This tradition of using the initial letter or letters to change names can be useful for parents in naming their children if an ancestor had a name that is uncommon today.
Gematria – A method of assigning numerical values to letters, calculating the numerical value of words/phrases, and associating them with other words/phrases of matching value.
Perhaps the best known example of Gematria is with the Hebrew word, 'chai,' meaning 'life.' Formed with the Hebrew letters Chet-(8)-ח and Yod-(10)-י, the numerical value is 18. Many Jews will give charitable donations in multiples of $18 to symbolize 'life'.

Leah is a very common Hebrew name for girls. The reason goes beyond her appearance in the Torah as one of Jacob’s wives. Her Hebrew name לאה (Lamed-30-ל + Aleph-1-א + Hay-5-ה) is equivalent to 36, or double 18.

Hebrew letters are commonly used as equivalents to the numbers, and of particular importance to the genealogist, they are used when writing years, such as on tombstones.  However, usually the first digit of the year is left off.  For example, the current Hebrew year of 5771 would be written as 771 (or actually, as: 400-300-70-1) - תשעא (more detailed explanation)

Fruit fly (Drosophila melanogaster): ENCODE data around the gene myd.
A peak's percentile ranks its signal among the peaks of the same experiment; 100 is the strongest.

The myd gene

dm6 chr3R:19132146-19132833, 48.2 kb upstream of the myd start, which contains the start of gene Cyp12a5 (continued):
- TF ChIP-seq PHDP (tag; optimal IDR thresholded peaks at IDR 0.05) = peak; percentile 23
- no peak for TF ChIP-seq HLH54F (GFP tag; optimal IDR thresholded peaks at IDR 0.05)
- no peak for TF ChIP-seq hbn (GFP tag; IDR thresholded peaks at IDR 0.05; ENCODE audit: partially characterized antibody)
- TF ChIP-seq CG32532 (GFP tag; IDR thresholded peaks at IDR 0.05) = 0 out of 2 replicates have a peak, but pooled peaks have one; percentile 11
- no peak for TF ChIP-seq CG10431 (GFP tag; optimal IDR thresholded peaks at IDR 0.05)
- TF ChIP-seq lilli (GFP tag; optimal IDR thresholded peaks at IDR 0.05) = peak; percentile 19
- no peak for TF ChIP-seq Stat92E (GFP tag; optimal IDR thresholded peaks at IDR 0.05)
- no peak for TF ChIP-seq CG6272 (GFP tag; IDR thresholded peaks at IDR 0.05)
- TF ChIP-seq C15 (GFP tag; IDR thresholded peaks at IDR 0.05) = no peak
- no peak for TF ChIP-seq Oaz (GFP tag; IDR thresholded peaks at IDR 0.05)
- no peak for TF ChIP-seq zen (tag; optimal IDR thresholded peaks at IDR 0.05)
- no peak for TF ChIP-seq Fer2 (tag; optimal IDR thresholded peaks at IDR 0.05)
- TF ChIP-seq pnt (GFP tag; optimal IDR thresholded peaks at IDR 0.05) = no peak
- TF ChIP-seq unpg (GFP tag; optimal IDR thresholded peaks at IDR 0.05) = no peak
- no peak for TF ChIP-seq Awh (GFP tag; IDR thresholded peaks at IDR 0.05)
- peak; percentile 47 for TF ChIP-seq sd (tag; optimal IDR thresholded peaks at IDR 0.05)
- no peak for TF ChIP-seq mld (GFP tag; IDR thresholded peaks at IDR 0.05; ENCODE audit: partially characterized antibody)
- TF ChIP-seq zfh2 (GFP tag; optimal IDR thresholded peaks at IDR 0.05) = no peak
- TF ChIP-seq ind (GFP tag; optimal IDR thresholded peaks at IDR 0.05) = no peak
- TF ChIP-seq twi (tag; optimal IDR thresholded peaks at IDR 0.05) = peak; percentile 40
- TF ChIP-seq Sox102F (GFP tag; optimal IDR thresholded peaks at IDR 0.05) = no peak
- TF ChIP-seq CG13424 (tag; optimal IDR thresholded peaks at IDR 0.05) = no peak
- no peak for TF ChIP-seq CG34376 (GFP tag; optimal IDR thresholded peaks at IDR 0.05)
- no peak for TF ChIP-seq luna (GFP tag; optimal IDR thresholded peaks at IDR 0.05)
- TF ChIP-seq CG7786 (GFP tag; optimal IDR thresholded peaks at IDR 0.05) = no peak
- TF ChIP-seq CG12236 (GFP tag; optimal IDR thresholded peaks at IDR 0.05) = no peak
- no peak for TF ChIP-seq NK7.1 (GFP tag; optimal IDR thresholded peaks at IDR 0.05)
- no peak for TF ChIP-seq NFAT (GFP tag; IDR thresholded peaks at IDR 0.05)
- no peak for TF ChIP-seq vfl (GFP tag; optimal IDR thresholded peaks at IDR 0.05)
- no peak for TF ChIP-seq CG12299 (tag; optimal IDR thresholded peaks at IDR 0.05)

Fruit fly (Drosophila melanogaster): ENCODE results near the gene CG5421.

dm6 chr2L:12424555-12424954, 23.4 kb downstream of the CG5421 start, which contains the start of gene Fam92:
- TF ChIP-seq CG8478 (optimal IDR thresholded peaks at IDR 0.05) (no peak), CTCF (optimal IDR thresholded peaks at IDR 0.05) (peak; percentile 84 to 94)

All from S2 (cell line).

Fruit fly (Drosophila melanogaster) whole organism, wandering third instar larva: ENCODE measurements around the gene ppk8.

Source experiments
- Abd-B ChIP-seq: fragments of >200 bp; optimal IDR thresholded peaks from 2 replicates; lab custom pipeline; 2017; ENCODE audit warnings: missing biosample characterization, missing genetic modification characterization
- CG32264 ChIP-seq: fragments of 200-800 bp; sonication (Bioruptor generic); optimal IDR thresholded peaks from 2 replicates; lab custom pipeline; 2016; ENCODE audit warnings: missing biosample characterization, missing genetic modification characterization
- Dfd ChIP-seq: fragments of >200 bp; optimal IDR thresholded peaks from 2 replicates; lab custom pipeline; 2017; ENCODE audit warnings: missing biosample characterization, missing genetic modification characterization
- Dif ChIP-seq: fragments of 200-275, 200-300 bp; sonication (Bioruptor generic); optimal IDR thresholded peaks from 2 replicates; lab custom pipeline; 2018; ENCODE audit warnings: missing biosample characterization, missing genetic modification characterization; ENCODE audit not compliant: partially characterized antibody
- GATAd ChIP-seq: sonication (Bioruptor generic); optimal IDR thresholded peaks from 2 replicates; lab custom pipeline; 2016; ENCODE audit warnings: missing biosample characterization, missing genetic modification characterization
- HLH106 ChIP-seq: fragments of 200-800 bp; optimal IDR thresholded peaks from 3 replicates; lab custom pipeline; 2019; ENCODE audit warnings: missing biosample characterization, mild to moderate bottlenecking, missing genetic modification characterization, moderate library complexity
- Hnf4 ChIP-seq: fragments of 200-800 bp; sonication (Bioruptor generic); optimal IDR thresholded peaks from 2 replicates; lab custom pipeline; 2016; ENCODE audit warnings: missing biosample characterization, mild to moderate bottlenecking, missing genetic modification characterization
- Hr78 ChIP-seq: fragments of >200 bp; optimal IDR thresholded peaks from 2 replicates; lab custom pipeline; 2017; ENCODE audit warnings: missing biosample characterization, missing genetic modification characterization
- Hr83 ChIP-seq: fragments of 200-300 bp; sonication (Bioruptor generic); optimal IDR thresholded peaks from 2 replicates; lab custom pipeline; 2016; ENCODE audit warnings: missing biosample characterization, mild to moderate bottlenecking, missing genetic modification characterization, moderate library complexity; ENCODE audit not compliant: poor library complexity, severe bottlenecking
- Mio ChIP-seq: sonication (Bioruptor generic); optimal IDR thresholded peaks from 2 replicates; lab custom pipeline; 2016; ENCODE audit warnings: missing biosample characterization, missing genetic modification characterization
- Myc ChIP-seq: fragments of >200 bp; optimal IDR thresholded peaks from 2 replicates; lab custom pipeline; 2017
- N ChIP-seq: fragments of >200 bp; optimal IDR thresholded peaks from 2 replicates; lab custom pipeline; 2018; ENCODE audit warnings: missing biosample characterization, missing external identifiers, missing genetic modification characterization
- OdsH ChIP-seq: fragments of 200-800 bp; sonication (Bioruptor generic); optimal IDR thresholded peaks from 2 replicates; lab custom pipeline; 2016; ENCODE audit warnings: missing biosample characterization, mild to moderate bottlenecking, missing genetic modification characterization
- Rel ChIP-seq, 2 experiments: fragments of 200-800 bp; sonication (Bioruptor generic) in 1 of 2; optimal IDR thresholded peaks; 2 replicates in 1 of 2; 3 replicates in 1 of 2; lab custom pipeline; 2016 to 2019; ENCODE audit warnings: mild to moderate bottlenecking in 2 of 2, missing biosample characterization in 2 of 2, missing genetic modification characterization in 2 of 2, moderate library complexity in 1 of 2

(Hebrew tombstones have a "Year 6000" problem, but it's 229 years away.)

Two websites I have found helpful in computing Gematria are Numberman’s Gematria Calculator
and The Bible Wheel’s Hebrew and Greek Gematria Database

The Bible Wheel has a Biblical concordance, including the New Testament, and allows you to search for words using the English translation, though it uses the King James Version of both testaments. Numberman’s Gematria Calculator is useful if you already know the Hebrew characters for the word you are looking up.

When you use The Bible Wheel’s concordance you have to be somewhat careful as Hebrew frequently attaches endings to words adding prepositions, and the like. For example, if you search for the number 42, twelfth in the results you will see “Leah.” If you look at the Hebrew you will notice it has an extra letter than what I have above, and if you follow the link to the Biblical passage in Genesis, you will see the word that appears in that passage really means “and Leah.”

Let's take a look at how this might appear on a tombstone. Below is the tombstone of my great grandfather's brother, Max Newmark

  • Above the English surname, in the middle of the Star of David, are the letters Pay-Nun This is an abbreviation for Po Nikbar, meaning "here lies."
  • The first line of Hebrew reads: "Meyer Vulf."  The second line reads: "Bar (son of) Samuel Yosef Newmark."
  • It is the third line where numbers are first used.  The first word is "Niftar" meaning "Died."  The second word is: Yod (10) - Daled (4).  The third word is Sh'vat , the name of a Jewish month. The final word is: Tav (400) - Resh (200)  - Tzade (90) - Aleph (1) .